Saturday, July 4, 2015

Hell is bits and pieces of other people

The final Hammer Frankenstein with Peter Cushing was Frankenstein and the Monster from Hell, directed by Terence Fisher from a script by Anthony Hinds.

Baron Frankenstein has faked his death and is quietly carrying on his strange experiments posing as a prison medic called Doctor Victor (that old trick again). Unfortunately his hands have been badly scarred by fire, possibly at the end of Frankenstein must be Destroyed, and his surgical results are crude. Luckily a brash young surgeon is imprisoned for trying to copy Frankenstein's methods and soon they have teamed up to work on a new creature, ably assisted by another mute female assistant in the form of the lovely Madeline Smith. To round out the quartet Dave Prowse wears a rather ludicrous looking rubber monster suit which appears to have been covered in matted fur rescued from a barber's floor.

As ever Frankenstein stops at nothing to get the necessary spare parts for his creature, driving one inmate to suicide when he realises he has a suitable brain to slot into the monstrous body. The Baron is of course the most horrifying creature in all of the Hammer films, and Cushing becomes more villainous in each one. This was filmed just one year after the sad death of Cushing's wife and the toll that grief had taken on the actor is obvious from his first moments on screen. He still turns in a fine performance although he is further hampered by the dodgiest wig Hammer ever made him wear.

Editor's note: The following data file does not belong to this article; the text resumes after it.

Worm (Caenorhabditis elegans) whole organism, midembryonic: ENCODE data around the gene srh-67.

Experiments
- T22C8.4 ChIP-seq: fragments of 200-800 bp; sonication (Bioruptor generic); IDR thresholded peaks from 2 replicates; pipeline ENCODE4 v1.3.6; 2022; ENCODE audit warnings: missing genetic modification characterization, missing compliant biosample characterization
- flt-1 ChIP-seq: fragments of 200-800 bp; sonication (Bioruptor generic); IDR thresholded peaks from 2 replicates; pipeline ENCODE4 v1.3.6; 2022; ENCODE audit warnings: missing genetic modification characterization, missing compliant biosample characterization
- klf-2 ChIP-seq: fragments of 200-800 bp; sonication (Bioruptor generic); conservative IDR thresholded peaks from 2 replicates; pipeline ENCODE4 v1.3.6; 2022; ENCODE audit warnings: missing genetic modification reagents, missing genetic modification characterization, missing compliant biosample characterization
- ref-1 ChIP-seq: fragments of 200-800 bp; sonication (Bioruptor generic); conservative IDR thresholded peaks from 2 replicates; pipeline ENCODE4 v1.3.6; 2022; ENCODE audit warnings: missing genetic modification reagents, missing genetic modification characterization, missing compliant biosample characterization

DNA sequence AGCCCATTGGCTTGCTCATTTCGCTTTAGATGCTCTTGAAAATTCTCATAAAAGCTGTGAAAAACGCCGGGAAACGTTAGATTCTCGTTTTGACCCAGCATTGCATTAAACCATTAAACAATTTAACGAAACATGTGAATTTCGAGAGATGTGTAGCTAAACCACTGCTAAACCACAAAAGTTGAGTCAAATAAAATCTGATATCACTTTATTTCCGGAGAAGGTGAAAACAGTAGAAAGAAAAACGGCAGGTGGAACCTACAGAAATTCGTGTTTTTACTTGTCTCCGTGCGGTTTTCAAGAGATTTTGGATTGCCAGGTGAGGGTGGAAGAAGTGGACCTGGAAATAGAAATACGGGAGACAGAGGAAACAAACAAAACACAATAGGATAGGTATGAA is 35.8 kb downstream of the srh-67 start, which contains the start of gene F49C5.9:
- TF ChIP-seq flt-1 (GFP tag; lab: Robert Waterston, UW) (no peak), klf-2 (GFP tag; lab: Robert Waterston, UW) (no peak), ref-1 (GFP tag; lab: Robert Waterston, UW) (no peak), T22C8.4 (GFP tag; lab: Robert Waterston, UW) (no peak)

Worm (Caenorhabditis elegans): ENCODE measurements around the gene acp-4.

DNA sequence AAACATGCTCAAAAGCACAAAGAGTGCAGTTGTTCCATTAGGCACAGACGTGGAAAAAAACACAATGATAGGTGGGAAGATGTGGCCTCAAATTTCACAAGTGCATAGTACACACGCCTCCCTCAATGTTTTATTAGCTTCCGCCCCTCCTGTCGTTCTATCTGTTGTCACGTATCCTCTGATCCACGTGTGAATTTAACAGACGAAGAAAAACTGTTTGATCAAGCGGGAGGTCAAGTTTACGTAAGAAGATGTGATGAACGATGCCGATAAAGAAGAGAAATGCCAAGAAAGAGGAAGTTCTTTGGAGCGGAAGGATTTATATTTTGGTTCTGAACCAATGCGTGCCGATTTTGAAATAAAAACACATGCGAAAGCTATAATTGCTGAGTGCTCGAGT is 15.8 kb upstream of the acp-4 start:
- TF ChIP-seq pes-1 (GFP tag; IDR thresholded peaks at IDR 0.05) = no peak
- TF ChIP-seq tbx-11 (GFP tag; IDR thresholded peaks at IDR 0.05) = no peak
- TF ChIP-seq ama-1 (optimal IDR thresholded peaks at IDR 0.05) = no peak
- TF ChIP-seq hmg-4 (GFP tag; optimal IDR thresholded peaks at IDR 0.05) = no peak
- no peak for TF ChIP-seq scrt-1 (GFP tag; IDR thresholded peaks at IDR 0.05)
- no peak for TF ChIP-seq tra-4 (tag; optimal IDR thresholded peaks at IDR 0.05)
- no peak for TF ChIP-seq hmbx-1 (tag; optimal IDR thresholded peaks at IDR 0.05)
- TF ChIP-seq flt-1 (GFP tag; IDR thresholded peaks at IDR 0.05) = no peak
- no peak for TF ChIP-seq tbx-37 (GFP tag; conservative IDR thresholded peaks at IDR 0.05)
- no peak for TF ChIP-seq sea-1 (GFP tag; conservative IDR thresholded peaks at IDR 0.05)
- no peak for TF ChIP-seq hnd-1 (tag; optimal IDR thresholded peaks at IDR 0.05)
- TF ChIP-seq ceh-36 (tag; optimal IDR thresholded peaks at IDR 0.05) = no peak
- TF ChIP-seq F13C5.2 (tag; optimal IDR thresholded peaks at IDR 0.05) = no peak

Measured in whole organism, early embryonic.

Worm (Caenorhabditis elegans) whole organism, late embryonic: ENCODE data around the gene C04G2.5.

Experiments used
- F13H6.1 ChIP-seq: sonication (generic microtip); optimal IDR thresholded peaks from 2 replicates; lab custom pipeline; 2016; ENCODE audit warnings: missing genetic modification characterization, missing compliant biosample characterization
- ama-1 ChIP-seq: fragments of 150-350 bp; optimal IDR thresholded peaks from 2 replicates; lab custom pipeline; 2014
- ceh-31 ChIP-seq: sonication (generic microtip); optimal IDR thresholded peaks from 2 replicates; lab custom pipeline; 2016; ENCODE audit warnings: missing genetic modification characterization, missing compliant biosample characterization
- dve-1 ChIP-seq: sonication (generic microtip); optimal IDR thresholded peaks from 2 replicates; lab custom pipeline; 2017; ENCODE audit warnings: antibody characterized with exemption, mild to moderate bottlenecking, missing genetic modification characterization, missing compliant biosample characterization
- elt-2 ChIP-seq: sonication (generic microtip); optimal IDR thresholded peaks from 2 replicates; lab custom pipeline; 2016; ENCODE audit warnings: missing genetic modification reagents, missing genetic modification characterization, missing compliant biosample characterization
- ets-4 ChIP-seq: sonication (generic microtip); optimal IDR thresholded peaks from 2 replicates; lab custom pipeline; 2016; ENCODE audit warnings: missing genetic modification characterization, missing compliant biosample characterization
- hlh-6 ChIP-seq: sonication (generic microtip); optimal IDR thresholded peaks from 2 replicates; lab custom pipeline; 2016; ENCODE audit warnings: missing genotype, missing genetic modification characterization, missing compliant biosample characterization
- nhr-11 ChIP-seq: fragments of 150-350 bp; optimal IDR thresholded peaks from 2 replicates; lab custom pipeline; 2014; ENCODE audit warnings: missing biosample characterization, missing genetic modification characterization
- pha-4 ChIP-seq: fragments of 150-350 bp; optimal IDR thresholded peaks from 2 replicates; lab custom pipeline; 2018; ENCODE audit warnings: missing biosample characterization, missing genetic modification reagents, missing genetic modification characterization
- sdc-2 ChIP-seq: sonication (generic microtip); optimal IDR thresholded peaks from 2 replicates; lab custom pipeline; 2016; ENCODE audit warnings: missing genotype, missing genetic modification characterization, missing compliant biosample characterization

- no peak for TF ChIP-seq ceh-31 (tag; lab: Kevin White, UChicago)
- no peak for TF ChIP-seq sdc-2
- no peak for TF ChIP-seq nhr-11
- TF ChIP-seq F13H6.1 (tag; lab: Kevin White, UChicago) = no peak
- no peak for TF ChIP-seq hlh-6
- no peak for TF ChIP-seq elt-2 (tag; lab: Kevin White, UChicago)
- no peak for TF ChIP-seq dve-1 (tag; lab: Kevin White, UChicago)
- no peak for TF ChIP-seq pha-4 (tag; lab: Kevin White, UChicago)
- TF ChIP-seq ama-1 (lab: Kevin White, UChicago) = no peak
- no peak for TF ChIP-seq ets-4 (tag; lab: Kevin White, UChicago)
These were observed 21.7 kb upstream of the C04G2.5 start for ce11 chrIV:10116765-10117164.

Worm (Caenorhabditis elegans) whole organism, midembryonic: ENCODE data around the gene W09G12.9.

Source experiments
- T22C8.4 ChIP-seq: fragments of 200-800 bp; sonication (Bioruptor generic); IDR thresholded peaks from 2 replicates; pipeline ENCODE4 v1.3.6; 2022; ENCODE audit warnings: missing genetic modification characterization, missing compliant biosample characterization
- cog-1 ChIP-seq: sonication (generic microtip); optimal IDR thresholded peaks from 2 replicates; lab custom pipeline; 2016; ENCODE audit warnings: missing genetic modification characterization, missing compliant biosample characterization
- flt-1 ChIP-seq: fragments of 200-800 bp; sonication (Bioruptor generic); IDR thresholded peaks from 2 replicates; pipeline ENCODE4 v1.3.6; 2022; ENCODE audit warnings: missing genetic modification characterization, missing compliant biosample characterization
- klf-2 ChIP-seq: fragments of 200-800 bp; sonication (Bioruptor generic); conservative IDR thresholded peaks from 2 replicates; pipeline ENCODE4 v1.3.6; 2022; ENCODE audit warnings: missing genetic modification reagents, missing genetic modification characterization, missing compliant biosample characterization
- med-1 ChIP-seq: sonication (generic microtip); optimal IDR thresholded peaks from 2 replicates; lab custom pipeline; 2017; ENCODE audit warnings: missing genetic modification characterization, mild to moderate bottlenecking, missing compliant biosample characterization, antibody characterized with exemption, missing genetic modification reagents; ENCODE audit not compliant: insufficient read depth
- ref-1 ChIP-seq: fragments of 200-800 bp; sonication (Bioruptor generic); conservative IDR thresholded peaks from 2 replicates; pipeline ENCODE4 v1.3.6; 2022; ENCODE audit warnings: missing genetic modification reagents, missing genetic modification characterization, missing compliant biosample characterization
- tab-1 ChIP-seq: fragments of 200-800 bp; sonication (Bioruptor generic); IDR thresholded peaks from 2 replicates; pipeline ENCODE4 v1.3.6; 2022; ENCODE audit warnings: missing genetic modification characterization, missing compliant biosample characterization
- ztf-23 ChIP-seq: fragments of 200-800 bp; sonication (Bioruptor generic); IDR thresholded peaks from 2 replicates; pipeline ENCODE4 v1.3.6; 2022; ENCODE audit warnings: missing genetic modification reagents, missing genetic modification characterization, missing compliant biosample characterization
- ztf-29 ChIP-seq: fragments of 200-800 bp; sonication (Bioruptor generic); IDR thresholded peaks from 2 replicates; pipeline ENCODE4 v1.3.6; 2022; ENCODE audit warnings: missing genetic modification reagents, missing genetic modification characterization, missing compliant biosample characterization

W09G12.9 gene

Madeline Smith is lovely to look at and almost steals the show even without using her most famous assets. In terms of the creature it's strange that Frankenstein has lost the ability to produce beautiful specimens as he did in Revenge and Frankenstein created Woman, but presumably that is down to his crippled hands. Meanwhile Prowse lumbers and grunts and is finally dispatched rather easily by two bullets and a bit of zombie entrail ripping that Romero would have been proud of.

And then it all just peters out and Hammer's light fades through the seventies. Their Frankenstein series did many interesting things, notably making the Baron the true monster at the heart of the stories. Christopher Lee's performance as the creature in the first film is still the best of the various scarred horrors, while the famous creation sequence in Evil of Frankenstein beats all the rest. I watched this film on a slightly shonky DVD from a Dutch box set and the difference in quality between the picture and the pin sharp Bluray of Evil was startling and the biggest advert I've yet seen for the power of Bluray. Two stars for the Monster from Hell but overall four stars for Cushing and the Hammer Frankensteins. Now where's a good Vampire hunter when you need one?

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